881 Aboriginal protests and disputes would be captured within 2 that and the framework is in policy. 3 Q: The framework is the policy? 4 A: Yeah. 5 Q: And non Aboriginal protests and 6 blockades? 7 A: They have separated it out in 8 different forms. As I said, the labour dispute is very 9 specific. I've just asked them in preparing for this 10 process to go back and make sure that we have covered all 11 of those -- all of those issues are appropriately covered 12 so there's nothing that's fallen through. And we'll 13 follow up on that. 14 Q: So that today, with respect to an 15 Aboriginal protest or a blockade, it's the framework that 16 applies? 17 A: That's correct. 18 Q: Now, I'm not -- and I'm -- I don't -- 19 I'm not -- I don't want you to get into Caledonia but 20 there's a -- and -- and we're not going to get into 21 Caledonia but -- but there -- what is the -- what is the 22 policy today? 23 We've heard a lot about -- in 1995 about 24 an injunction and getting an injunction, and the land 25 owner, in this case MNR, getting the injunction, or we've
891 heard evidence about the injunction. 2 And we've heard evidence from John Carson 3 as to his view on -- on the injunction. And what is the 4 policy today if there is one in a general way, and I 5 don't want to get into Caledonia, about the issue of 6 injunctions? 7 A: We've really worked through the 8 framework document and as you know we would have, 9 particularly, the Aboriginal Liaison Officer and the 10 Aboriginal Relations Team people on site. Injunctions 11 are quite nuanced. You -- it can either -- I mean, it 12 would have to be assessed in the process whether, in 13 fact, it is a way to get to the peaceful resolution that 14 you need, is one of the factors. 15 Or whether or not there is an escalating 16 impact of the injunction. So we haven't spoken 17 specifically to it and the incident commanders would, and 18 the -- as part of the framework approach, would look to 19 options and ways in which to deal with an injunction as 20 part of the process. 21 Q: And today, as opposed to 1995, with 22 the framework you have a much more structured and perhaps 23 proactive approach to these types of incidents? 24 A: Yeah. With the framework, what we 25 attempted to establish is really to have emphasis around
901 the proactive, the pre-critical incident, and the work 2 that we would start and work -- people work very hard 3 through that process is to -- with one (1) goal in mind, 4 and that's to get to a peaceful resolution of the issues. 5 The contacts that would be made at the 6 front end, the relationships that establish, and as they 7 work their way through the -- the incident it would be 8 weighing all those things as you go. 9 Q: And I take it that today, with 10 respect to a public order event -- we heard evidence and 11 we have heard evidence in 1995 that the TRU Team was in 12 the area on standby and then was deployed, and today 13 would the TRU Team work with the Public Order Unit or 14 does it -- I take it would depend on the -- the incident 15 that was being responded to? 16 A: Depend on the incident and it would 17 depend on the threat. 18 Q: Pardon me? 19 A: Depend on the incident and depend on 20 the threat. The Incident Commander would make the 21 assessment. 22 Q: Now, one of the things that we've 23 heard some evidence about was -- was with respect to 24 Command Post and politicians, -- local politicians, 25 provincial politicians being in the Command Post.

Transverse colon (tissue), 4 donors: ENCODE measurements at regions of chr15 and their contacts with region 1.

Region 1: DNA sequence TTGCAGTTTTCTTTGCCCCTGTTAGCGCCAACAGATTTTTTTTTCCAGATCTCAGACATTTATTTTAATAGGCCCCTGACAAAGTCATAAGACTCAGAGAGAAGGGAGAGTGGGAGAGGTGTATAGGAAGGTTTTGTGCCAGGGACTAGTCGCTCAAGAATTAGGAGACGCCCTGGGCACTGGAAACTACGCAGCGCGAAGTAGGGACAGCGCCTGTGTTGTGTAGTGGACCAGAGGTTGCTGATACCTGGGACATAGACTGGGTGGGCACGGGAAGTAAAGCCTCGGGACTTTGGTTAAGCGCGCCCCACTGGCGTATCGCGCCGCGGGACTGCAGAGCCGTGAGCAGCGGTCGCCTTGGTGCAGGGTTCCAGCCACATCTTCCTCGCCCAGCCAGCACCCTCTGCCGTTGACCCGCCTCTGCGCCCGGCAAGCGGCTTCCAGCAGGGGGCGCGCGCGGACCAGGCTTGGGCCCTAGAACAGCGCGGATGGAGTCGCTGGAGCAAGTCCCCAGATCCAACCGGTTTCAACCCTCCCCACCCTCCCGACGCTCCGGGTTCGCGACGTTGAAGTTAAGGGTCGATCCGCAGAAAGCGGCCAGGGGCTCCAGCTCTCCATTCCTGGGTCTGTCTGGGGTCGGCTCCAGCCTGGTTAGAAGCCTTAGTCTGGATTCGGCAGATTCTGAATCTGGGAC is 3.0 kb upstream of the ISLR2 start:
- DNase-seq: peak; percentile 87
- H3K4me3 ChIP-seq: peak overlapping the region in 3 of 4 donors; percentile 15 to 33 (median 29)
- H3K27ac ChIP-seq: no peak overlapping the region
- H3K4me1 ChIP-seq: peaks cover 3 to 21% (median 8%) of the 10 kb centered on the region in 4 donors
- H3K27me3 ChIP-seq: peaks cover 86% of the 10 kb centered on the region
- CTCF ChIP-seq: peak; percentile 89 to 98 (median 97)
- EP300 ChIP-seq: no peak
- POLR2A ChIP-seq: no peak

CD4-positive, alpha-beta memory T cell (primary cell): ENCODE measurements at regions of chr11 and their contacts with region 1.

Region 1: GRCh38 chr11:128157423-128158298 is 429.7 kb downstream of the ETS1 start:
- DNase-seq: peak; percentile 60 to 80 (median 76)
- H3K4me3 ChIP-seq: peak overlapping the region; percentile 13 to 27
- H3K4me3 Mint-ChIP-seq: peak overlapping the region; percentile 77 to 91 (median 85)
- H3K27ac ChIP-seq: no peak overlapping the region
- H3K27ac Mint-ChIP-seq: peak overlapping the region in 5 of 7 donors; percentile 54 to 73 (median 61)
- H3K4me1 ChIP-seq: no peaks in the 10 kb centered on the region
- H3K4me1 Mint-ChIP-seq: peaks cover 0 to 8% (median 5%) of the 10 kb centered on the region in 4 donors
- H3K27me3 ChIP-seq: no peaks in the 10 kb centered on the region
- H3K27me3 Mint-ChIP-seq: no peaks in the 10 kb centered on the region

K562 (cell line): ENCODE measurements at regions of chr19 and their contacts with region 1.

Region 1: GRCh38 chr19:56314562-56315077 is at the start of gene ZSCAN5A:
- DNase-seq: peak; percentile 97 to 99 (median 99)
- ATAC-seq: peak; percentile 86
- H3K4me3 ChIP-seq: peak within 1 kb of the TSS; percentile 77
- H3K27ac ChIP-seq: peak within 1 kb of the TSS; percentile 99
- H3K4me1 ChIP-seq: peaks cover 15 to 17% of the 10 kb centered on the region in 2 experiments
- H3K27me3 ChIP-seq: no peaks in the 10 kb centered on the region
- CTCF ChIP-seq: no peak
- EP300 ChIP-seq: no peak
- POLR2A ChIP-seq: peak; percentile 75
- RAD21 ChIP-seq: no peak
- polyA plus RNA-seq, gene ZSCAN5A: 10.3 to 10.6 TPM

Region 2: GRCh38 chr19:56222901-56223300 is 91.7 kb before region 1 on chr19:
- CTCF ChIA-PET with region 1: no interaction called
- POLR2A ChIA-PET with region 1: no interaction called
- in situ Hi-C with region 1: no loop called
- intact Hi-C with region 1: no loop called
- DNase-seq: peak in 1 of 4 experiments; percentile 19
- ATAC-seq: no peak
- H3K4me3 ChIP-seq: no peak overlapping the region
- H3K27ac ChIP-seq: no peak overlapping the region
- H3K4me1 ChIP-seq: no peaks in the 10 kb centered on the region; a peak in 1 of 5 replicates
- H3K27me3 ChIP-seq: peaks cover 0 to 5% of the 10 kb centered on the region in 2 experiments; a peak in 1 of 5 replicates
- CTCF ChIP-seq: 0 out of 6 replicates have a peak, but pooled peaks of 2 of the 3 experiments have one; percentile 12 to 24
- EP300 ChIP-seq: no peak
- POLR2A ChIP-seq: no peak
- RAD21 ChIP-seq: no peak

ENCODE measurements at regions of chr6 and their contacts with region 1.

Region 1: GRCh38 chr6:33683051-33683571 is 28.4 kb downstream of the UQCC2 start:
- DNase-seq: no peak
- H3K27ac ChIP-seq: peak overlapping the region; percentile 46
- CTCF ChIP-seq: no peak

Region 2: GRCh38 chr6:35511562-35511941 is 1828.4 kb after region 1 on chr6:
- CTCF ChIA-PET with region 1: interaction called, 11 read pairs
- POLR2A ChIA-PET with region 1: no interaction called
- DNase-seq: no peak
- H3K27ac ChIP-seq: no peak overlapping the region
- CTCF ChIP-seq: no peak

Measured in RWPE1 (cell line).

911 And what, if anything, has the OPP done 2 with respect to that issue? 3 A: Well, we've had lots of discussion on 4 it, and the -- we will be preparing a policy that speaks 5 to the discouraging of politicians in the command post. 6 I think that there are -- there's always information that 7 is valuable. I think the difficulty is it's best that it 8 not be discussed or received in the Command Post itself. 9 Q: And so today there isn't a policy but 10 a policy is under -- 11 A: Yes. 12 Q: -- investigation? 13 A: Yes. 14 Q: And is there -- with respect to the 15 Command Post, is there a policy today that restricts the 16 individuals who can attend at the Command Post, other 17 than politicians? 18 A: Well, the -- the training, as such, 19 is to try to restrict it to police officers only, for two 20 (2) reasons, really. One is to keep the information in 21 the proper containment, but secondly to alleviate 22 confusion as people come and go. 23 So it is quite clear that if you have 24 people who need to speak to the incident commander in -- 25 or someone within the command post, then they should
921 leave to be able to do that and do that off site. 2 Q: And the policy with respect to 3 politicians in the Command Post that -- that's being 4 considered, are parameters being considered as to when 5 that would be permitted or when it would not be 6 permitted? 7 A: Our general principal will be it 8 would not be permitted. And -- but I think as you work 9 in the -- particularly in our rural communities, there's 10 an ongoing relationship that exists by virtue of the type 11 of communities we police. 12 And so I -- our position would be that it 13 is -- that we would not have politicians in the command 14 post, but obviously you would have to ensure that was 15 communicated clearly so you don't get someone knocking on 16 the door. You make your arrangements to meet off site. 17 Q: And when you -- to meet the -- the -- 18 between the politician and the commander off site or...? 19 A: Yes. 20 Q: Okay. And at an appropriate time? 21 A: Exactly. 22 Q: And I take it that, like all rules, 23 there have to be exceptions, and presumably your policy 24 will deal with that? 25 A: Yes. And the incident commander